Sunday, May 27, 2007

Float fairing continues #3

Another week of fairing has passed. I am very nearly done now with the outside side of my starboard float. This means I am averaging about one week per float side - but I have no idea if this is good or bad. :-) It is about as fast as I can go though; rate of progress is controlled first by the curing time of the fairing compound, and then by how your schedule fits with that. Warmer weather helps -- it's been mostly nice this week, but today is raining heavily with temps in the mid-40's deg F which sucks because the fairing putty is taking forever to cure.

This past week I managed to do one sand & fill pass every night after work, and 3 passes yesterday. At this rate, I hope to be applying primer to both floats around the middle of June.

I've been taking a lot of pictures, but I think it is hard to really tell the quality of the work from the pictures - you really need to be there to gauge how good or bad the fairing is. And I'm certainly no expert - that said, here's some more pictures and notes.

For some reason I hadn't found time to go pick up a darn notched trowel, and so last Sunday I decided to just get on with the job the same as before. So here's the float side, part-way through covering it with a thin coat of fairing compound:

This float side has very few bubble patches, and the fairing work went pretty smoothly -- but it's still hard work. The longboarding motion very much resembles an upper chest bench press workout in the gym (a place I haven't visited in too many years) -- I was getting a bit sore earlier in the week. This is a picture partway through the initial longboarding:

When longboarding the bow area, I use a tiedown strap to hold the stern down:

The first coat of glop after the initial longboarding is extensive:

Twenty-four hours later though, it's starting to look better (keel line looks pretty fair too):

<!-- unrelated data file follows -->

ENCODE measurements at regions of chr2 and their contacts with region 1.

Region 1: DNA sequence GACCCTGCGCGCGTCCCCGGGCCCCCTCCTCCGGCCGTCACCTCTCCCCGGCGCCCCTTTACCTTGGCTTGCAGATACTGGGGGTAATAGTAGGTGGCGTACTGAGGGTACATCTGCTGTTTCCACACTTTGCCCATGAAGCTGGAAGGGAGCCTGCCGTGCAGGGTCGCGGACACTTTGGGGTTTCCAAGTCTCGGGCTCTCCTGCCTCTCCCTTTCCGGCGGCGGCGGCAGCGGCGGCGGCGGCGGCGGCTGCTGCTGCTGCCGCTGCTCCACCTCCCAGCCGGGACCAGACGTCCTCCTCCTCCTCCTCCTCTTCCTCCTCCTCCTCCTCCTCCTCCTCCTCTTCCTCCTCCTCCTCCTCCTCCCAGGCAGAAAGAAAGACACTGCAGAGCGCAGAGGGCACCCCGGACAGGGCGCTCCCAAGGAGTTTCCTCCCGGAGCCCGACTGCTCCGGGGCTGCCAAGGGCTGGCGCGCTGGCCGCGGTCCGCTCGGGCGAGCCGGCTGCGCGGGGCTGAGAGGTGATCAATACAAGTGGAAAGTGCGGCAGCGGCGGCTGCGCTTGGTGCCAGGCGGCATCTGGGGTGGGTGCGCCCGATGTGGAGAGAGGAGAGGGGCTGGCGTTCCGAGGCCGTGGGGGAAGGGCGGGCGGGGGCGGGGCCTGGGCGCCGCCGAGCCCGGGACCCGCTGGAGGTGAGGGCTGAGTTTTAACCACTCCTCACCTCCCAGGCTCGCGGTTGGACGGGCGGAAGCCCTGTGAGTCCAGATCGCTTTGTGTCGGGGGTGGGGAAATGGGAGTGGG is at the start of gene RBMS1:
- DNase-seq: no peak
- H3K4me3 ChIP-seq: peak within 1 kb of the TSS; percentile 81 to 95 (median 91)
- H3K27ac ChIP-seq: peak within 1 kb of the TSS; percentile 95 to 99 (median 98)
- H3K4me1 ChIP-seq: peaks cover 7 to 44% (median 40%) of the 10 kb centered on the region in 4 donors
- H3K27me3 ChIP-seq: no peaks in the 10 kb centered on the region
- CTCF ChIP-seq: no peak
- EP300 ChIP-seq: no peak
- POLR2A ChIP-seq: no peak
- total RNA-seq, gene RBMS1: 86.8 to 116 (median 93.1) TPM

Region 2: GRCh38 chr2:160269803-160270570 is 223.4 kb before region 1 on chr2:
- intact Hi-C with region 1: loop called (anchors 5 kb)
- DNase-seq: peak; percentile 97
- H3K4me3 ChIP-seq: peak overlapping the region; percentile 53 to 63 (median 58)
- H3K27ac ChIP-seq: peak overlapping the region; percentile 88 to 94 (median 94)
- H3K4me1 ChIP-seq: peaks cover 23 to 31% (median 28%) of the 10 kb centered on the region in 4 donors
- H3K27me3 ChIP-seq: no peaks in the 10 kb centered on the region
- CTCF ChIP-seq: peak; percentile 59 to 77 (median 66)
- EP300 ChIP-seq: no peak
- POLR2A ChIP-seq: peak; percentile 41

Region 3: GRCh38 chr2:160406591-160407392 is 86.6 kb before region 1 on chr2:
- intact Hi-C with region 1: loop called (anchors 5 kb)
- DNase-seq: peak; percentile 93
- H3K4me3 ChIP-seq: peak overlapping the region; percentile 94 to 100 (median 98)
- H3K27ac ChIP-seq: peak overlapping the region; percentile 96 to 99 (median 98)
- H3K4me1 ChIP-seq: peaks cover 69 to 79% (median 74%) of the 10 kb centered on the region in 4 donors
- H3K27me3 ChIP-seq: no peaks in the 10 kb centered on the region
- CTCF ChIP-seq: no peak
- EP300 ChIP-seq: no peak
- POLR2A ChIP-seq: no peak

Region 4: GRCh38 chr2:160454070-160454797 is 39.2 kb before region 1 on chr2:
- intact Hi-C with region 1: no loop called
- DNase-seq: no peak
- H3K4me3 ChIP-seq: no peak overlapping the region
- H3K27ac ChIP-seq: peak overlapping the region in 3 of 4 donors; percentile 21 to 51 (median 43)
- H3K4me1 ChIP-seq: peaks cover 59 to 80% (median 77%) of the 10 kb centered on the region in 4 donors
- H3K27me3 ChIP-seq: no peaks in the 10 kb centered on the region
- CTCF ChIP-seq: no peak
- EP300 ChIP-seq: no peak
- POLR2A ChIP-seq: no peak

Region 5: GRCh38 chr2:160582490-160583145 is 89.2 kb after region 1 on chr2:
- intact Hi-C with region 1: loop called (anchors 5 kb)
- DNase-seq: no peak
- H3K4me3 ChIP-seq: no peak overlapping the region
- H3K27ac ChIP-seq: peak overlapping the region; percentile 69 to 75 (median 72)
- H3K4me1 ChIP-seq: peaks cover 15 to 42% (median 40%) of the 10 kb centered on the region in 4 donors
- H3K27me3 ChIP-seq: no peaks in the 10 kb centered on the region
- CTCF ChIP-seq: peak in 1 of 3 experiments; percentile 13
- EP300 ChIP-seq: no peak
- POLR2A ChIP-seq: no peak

This was taken Friday evening, after I had longboarded and filled more low spots:

I've also been working on the side-to-deck join radius. This job seems harder than it should be. Here's my "tool", it's just some adhesive 80 grit sandpaper stuck to a piece of PVC pipe:

And here's what it looks like in use:

I should probably glue a handle on it; still, it works okay for the most part but you have to be pretty finicky to make sure the edge looks uniform and even all the way down the float. I have a lot more work for this, on both float.

I think my starboard transom area is looking pretty good too; the longboard doesn't help much here, it takes careful hand sanding:

I've also been working on my port float deck and its inner deck-to-side radius join:
My Ronstan inspection ports finally showed up. I am not 100% happy with them. True, they do have the nice wide top that covers up the screws, but they felt relatively flimsy to me compared to the Beckson and Tempress models that I've looked at it. There's almost zero ribbing underneath the top of the hatch - some folks (especially one particularly hefty boat builder) could step on it someday and crack it. I am still pondering, but there's a good chance I'll end up returning them.